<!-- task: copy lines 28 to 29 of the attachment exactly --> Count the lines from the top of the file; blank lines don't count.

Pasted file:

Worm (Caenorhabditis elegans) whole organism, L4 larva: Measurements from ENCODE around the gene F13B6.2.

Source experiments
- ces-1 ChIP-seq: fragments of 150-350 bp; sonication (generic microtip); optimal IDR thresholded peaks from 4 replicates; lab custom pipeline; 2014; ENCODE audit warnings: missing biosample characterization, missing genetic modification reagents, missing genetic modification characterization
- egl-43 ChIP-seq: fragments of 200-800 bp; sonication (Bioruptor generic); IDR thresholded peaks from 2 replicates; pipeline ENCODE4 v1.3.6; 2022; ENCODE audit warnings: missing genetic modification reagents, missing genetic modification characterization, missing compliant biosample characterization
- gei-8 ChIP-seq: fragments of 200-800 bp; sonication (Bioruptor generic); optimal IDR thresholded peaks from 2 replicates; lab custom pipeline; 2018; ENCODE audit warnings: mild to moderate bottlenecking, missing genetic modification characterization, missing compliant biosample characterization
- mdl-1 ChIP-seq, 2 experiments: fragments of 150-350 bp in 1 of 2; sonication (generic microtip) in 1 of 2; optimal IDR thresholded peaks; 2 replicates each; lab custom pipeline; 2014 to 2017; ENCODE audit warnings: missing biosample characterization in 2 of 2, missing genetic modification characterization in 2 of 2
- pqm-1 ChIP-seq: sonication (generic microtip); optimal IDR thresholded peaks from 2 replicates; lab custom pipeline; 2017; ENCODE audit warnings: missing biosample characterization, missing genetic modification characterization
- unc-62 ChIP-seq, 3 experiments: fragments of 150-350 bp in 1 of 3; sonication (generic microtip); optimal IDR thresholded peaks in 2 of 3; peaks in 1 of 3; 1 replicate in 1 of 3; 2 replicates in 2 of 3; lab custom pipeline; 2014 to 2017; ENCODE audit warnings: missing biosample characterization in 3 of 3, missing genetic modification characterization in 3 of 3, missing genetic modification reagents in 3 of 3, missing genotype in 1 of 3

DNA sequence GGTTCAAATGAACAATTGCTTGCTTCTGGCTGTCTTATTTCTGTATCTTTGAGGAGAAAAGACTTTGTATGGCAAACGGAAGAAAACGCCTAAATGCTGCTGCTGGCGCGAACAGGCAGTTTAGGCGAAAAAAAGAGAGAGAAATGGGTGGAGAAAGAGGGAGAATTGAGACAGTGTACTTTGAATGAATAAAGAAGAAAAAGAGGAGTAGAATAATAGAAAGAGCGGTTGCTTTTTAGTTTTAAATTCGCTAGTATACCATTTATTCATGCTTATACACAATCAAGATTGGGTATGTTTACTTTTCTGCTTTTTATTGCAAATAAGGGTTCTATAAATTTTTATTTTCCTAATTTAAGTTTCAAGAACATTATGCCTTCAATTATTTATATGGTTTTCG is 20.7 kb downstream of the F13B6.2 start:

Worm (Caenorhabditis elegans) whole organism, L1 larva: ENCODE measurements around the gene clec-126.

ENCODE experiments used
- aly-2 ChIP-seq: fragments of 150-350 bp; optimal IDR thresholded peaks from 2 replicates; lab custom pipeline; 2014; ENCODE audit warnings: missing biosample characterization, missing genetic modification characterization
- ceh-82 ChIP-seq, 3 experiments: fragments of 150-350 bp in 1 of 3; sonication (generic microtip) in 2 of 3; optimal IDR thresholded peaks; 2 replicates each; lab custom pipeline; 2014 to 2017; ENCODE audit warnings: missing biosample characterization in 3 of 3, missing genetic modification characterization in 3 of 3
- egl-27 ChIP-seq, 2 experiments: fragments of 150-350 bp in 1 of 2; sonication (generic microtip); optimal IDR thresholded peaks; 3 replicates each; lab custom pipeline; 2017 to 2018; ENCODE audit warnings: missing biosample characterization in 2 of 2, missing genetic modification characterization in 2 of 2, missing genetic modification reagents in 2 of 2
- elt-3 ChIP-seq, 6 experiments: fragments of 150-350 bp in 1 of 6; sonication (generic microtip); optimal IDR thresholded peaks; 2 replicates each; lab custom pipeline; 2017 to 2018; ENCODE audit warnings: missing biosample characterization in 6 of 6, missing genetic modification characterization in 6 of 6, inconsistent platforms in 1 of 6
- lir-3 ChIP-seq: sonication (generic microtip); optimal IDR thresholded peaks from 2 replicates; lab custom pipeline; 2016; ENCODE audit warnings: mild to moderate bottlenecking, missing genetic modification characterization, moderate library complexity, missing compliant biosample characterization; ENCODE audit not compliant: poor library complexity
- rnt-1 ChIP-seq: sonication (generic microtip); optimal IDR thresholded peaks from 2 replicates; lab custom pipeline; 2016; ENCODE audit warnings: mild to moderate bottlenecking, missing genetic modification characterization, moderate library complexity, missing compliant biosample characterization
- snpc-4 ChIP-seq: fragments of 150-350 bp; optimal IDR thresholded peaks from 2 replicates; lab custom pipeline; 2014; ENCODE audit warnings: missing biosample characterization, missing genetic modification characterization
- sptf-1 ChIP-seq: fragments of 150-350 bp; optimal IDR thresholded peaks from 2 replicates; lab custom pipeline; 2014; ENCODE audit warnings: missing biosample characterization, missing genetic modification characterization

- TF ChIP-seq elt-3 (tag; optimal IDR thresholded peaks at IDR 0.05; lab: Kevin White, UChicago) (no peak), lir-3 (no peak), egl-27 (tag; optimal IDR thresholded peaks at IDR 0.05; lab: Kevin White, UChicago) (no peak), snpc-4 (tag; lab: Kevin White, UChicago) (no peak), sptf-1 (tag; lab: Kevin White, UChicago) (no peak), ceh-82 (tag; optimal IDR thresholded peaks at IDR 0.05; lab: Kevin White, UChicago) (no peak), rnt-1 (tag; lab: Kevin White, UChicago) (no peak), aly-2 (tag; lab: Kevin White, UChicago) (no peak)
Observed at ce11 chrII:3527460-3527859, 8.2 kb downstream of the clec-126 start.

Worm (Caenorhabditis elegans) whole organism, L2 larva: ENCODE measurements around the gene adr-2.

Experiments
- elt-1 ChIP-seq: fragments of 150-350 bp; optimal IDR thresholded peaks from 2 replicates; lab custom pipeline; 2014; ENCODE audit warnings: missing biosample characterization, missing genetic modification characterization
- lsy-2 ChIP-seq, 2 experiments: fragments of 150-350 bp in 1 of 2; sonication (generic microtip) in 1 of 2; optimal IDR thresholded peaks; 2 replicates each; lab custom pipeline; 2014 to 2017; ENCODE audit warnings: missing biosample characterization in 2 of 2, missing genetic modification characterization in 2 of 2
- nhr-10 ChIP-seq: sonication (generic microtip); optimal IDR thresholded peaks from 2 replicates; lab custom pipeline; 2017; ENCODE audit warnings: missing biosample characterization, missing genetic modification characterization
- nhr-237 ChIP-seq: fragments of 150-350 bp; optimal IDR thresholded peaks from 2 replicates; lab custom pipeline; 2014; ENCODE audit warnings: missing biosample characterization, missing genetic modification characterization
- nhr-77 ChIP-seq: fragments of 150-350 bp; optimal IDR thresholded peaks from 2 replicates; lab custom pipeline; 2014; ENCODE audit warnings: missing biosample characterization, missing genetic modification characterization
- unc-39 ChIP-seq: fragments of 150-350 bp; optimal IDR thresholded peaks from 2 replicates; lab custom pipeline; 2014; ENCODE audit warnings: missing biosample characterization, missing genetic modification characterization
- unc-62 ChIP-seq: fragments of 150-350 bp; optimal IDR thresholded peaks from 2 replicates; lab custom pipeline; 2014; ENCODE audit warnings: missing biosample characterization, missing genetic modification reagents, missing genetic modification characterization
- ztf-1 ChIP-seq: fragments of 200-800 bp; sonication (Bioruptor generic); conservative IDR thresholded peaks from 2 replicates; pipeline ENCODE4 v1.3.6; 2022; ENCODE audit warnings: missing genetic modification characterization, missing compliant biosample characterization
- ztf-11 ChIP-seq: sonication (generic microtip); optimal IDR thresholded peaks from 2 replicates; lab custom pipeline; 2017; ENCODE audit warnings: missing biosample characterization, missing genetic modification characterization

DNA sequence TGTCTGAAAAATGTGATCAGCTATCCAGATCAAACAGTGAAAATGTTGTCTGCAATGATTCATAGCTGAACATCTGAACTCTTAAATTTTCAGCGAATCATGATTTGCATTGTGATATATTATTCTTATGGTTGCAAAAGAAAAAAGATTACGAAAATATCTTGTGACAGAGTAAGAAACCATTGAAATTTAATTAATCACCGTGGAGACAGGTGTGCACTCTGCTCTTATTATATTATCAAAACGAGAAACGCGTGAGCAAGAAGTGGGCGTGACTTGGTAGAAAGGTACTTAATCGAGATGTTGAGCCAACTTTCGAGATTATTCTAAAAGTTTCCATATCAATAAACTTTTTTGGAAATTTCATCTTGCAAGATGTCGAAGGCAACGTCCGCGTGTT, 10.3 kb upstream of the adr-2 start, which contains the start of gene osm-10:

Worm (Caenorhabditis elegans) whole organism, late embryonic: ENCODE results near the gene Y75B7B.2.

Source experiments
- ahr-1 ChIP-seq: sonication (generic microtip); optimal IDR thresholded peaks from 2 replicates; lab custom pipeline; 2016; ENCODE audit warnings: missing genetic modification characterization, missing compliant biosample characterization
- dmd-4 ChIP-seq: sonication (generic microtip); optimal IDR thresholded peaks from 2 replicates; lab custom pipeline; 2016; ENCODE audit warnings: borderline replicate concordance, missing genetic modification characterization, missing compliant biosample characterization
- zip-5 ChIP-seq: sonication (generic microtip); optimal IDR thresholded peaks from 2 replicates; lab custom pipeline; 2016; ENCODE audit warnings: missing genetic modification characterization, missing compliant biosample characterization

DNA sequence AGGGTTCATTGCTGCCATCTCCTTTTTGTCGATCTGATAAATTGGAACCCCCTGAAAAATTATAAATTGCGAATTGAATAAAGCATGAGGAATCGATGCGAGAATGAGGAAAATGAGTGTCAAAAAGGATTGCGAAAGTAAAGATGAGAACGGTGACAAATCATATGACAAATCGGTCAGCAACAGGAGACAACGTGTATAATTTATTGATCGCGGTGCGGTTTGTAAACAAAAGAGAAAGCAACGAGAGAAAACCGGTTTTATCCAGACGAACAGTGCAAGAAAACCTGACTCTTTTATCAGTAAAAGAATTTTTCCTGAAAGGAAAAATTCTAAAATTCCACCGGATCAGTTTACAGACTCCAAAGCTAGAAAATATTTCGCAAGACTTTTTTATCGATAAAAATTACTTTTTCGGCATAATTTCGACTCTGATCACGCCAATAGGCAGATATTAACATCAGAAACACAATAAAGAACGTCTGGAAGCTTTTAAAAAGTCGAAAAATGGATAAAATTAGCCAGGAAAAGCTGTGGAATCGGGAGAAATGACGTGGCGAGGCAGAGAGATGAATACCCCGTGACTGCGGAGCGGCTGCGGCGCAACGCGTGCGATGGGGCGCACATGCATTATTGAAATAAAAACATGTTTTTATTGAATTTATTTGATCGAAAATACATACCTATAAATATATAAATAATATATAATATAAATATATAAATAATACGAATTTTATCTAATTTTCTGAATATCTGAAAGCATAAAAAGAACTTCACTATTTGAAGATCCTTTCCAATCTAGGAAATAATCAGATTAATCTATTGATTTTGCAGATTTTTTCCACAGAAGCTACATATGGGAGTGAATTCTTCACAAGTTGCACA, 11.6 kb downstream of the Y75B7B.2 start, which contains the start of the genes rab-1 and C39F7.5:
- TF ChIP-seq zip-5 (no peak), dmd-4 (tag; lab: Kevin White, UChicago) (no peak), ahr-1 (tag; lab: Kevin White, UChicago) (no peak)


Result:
- nhr-77 ChIP-seq: fragments of 150-350 bp; optimal IDR thresholded peaks from 2 replicates; lab custom pipeline; 2014; ENCODE audit warnings: missing biosample characterization, missing genetic modification characterization
- unc-39 ChIP-seq: fragments of 150-350 bp; optimal IDR thresholded peaks from 2 replicates; lab custom pipeline; 2014; ENCODE audit warnings: missing biosample characterization, missing genetic modification characterization